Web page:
Iravatham Mahadevan, an expert on the Tamil Brahmi inscriptions and the Indus script, has said the discovery of three potsherds with Tamil Brahmi inscriptions at Marungur, near Vadalur in Tamil Nadu, “underlines the importance of inscribed pottery to demonstrate the prevalence of early and widespread literacy in the Tamil country during the Sangam age.”

Mr. Mahadevan was reacting to a news item published in The Hindu, “Tamil Brahmi potsherds found at urn burial site,” on Friday.

He said: “I am delighted with the news item reporting the find of inscribed pottery at Marungur in Cuddalore district. First of all, J.R. Sivaramakrishnan of Annamalai University deserves to be congratulated for saving the potsherds from being crushed under the earthmover. The Hindu has done a great public service by immediately publishing the photographs and the news item and bringing the matter to the notice of the wider public.

“The discovery underlines the importance of inscribed pottery to demonstrate the prevalence of early and widespread literacy in the Tamil country during the Sangam age. The number of rock inscriptions is limited and even what we have is being destroyed by granite quarrying and tourists' mindless vandalism. Fortunately, there is no limit to the number of pottery inscriptions waiting to be discovered from under the soil.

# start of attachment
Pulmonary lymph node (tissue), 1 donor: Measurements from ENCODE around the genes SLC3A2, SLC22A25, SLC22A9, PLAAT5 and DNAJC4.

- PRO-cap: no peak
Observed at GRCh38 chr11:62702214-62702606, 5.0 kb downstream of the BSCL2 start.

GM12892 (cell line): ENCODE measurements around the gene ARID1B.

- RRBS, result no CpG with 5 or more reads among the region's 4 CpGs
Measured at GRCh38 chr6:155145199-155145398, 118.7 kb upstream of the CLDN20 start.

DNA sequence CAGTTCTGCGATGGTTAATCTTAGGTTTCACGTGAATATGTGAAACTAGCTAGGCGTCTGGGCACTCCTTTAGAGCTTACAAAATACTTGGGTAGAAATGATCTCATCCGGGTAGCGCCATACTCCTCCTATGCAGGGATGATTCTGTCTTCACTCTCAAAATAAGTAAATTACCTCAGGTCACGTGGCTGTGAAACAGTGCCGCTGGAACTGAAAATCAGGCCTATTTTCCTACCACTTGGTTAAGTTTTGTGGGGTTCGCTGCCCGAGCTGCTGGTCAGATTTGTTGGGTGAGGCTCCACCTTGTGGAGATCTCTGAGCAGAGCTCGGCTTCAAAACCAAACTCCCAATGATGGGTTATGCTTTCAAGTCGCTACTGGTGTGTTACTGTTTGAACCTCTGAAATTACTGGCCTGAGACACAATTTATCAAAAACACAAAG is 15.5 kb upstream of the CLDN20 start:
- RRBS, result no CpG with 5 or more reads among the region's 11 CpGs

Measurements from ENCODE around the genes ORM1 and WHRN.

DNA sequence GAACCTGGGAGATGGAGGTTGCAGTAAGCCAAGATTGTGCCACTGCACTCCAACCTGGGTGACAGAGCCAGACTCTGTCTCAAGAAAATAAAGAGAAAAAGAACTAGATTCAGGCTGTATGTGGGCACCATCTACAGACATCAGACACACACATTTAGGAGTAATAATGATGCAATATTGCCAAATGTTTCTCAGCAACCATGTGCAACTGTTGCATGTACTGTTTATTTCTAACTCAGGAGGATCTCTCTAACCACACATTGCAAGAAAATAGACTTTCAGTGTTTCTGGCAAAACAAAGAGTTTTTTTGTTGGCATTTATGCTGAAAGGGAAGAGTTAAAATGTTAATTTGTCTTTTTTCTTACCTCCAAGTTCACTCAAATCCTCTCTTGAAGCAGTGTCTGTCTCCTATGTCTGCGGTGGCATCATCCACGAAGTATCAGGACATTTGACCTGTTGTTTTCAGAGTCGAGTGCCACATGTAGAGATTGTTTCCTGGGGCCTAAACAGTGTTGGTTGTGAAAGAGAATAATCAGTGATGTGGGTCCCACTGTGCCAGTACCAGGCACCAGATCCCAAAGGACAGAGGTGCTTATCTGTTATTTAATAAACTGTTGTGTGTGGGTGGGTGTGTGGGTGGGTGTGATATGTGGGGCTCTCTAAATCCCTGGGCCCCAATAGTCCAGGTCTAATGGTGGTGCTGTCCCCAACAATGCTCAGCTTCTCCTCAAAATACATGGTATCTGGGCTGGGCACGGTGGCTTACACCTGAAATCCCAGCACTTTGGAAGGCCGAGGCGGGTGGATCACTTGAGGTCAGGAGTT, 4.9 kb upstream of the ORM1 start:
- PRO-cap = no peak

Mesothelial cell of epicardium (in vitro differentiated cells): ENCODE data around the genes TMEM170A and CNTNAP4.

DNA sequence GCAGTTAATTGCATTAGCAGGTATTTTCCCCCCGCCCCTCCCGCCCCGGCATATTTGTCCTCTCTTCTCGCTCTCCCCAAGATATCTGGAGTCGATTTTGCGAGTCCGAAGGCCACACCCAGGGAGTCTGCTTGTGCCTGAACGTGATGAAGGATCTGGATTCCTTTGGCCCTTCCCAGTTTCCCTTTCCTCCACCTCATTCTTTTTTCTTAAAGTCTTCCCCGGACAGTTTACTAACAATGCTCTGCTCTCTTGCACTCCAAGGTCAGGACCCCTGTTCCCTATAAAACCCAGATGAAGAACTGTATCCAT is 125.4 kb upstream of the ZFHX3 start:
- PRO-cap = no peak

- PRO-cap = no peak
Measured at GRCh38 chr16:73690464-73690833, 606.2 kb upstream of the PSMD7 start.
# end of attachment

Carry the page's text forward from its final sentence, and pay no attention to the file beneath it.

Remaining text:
“What we now require are planned excavations to produce stratigraphic data, and wherever possible, carbon-14 tests to determine the chronology of the inscriptions. Important sites such as Kodumanal [near Erode] and Azhagankulam [in Ramanathapuram district] require to be excavated still more. In the present case, the road works should be stopped so that the archaeologists are given a chance to conduct a quick excavation to recover the artefacts.

“As regards the inscriptions published in The Hindu, I confirm that they are in Tamil language and written in the Tamil Brahmi script, which was the Tamil script of the Sangam age. The two inscriptions, especially the one published on the right [reading “a-ti-y(a)-ka-n], may even be dated to second century B.C.”

(K. Rajan, Y. Subbarayalu and V. Vedachalam, who specialise in Tamil- Brahmi script, had dated the inscriptions to first century B.C.)